The reigning champions delivered a 13-0 thrashing, scoring more goals than any other team in tournament history, and then consoled their opponents.
There were too many goals to begin to describe them all in a newspaper article. But these were the scorers and the minutes when the goals came: Alex Morgan (12th), Rose Lavelle (20th), Lindsey Horan (32nd), Sam Mewis (50th), Morgan (53rd), Mewis (54th), Lavelle (56th), Morgan (74th), Megan Rapinoe (79th), Morgan (81st), Mallory Pugh (85th), Morgan (87th), and, finally, Lloyd (92nd).
It was the first time a team had scored 13 goals in a World Cup game — men’s or women’s — and the margin of victory was the largest for a match in either tournament. Morgan’s five goals equaled a record for a Women’s World Cup game set by Michelle Akers of the United States in 1991.
Morgan, who said she felt now that she was in “peak form,” was asked how she balanced the visceral impulse to celebrate with any desire to maintain a level of sportsmanship.
“In the moment, every time we score a goal in the World Cup — I’ve dreamed of it since I was a little girl,” Morgan said.
After the game, both coaches share their analysis of the match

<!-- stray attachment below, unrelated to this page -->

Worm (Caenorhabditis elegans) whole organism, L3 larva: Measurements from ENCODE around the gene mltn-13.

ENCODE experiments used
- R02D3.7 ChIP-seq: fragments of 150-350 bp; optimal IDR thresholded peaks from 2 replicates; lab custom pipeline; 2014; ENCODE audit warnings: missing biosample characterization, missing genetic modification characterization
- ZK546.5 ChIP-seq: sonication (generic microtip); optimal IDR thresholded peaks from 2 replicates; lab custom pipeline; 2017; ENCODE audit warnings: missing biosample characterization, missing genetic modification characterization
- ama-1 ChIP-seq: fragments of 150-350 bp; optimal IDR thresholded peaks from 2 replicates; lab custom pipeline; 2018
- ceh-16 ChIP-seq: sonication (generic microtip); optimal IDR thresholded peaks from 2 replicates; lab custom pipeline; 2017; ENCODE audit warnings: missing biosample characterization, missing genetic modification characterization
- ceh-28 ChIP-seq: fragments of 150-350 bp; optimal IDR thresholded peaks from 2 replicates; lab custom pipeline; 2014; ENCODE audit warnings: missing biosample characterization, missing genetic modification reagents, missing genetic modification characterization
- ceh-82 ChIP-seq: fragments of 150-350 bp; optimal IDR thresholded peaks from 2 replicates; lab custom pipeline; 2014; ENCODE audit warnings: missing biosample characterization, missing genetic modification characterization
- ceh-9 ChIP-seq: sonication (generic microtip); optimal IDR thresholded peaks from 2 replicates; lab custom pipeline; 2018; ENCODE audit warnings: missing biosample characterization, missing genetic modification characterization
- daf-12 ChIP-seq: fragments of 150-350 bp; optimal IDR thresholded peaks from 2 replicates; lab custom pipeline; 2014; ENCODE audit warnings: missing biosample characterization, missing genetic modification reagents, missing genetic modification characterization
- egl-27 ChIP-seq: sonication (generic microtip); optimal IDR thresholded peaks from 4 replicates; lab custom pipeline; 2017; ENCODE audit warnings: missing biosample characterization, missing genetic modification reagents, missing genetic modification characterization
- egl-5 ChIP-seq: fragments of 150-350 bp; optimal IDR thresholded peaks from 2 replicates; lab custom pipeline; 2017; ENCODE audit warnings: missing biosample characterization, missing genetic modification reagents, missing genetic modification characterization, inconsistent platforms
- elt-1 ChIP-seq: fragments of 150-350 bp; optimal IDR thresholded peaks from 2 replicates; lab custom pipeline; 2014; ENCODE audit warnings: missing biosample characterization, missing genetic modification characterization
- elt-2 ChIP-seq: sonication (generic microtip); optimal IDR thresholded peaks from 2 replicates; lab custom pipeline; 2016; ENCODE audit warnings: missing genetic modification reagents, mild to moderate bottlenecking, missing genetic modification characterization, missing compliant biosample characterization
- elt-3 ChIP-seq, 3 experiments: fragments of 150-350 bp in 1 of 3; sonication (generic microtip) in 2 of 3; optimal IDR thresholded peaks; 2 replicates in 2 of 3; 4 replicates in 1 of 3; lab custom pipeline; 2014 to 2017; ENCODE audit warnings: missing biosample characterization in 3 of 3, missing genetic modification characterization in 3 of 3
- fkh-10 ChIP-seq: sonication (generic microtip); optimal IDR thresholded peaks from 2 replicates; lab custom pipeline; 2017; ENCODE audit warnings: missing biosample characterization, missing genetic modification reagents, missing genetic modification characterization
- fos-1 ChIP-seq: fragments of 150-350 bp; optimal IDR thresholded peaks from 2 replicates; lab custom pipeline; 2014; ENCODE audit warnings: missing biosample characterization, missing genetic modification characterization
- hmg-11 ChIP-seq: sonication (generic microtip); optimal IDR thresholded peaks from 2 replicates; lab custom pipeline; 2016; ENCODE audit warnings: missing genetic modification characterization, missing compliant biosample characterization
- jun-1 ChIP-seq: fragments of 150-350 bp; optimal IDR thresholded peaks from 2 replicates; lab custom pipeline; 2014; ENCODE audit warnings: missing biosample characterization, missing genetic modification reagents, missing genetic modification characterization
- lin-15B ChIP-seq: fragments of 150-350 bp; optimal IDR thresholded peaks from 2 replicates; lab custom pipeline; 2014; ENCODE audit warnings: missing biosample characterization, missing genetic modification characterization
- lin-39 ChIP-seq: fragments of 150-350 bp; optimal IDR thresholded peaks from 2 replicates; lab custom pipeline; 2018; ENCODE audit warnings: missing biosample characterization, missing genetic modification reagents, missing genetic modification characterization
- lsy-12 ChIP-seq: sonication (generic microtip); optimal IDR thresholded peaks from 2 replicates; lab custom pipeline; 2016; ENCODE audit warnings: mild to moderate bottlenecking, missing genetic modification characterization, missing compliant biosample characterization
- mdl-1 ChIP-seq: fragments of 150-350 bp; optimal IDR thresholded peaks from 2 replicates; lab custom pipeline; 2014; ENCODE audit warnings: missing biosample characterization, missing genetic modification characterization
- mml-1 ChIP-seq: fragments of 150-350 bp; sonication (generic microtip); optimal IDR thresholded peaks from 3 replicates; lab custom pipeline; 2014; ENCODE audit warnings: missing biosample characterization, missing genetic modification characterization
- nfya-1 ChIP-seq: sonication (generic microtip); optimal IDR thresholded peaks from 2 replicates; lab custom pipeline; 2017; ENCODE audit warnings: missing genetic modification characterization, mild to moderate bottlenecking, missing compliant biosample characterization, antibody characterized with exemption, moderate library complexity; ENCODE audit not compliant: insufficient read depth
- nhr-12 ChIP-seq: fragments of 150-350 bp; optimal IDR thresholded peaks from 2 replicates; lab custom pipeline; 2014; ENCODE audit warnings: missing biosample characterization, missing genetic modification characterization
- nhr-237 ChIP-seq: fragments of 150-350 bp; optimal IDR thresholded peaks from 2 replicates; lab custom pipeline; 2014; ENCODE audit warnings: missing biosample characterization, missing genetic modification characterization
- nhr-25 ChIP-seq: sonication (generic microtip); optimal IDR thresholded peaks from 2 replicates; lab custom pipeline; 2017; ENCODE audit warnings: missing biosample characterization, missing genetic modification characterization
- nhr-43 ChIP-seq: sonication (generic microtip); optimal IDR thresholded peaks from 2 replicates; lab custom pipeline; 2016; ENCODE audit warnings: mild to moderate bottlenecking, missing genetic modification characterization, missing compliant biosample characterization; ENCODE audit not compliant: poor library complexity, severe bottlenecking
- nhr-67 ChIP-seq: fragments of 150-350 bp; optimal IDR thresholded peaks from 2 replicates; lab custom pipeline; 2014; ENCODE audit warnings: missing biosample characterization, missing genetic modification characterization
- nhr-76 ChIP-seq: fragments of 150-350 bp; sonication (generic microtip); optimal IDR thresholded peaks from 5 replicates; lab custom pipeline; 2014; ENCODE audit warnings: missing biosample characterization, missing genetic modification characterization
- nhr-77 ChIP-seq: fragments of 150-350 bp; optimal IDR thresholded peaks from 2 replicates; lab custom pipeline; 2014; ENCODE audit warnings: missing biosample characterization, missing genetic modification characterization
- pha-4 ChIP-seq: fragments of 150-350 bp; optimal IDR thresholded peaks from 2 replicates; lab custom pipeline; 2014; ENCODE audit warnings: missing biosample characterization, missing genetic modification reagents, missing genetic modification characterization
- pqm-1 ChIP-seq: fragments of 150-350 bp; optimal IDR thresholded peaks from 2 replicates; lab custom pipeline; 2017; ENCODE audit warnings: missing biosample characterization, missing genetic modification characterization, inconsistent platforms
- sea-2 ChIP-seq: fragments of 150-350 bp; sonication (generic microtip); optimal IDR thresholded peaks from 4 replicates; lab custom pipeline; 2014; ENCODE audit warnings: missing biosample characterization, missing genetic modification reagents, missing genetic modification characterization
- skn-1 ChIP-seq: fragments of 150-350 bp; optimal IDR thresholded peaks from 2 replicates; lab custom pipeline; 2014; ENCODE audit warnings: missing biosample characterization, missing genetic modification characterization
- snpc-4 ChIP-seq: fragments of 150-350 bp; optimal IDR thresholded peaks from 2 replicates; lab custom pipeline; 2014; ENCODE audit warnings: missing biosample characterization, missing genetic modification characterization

For Jill Ellis, the United States coach, the desire to create confidence among her players seemed to be the main objective in a match that pitted the world’s No. 1 team against No. 34 and, as such, was never expected to be close.
The game was already won long before any of the substitutions, of course. But Ellis saw an opportunity to get more of her attacking players into top form for the long tournament ahead. Several of them were playing in their first World Cup game, and she was pleased to see them thrive.
“As a coach, I don’t find it my job to harness my players and rein them in, because this is what they’ve dreamed about, and this is a world championship,” said Ellis, who wondered aloud whether the coach of a men’s team would have faced as many questions about sportsmanship as she did. “When you have a deluge of goals like that, it’s important. It’s a good feeling. It’s a boost of confidence.”
Indeed, the game seemed more like an exercise in team-building than a competitive contest. The statistics were cartoonish. The United States had 39 attempts on goal again, 39 to Thailand’s 2. And the Americans, who are defending their 2015 title, possessed the ball for 75 percent of the match, completing 663 passes, compared with Thailand’s 209.
Thailand’s coach, Nuengruethai Sathongwien, had characterized the mere presence of her team at the World Cup as a success. In that way, the Thai squad on the field embodied the talent gap that still exists among the national teams at this tournament.
After the game, Sathongwien seemed unperturbed by the United States’ gaudy scoring display, saying her team had simply not been good enough to keep the match close.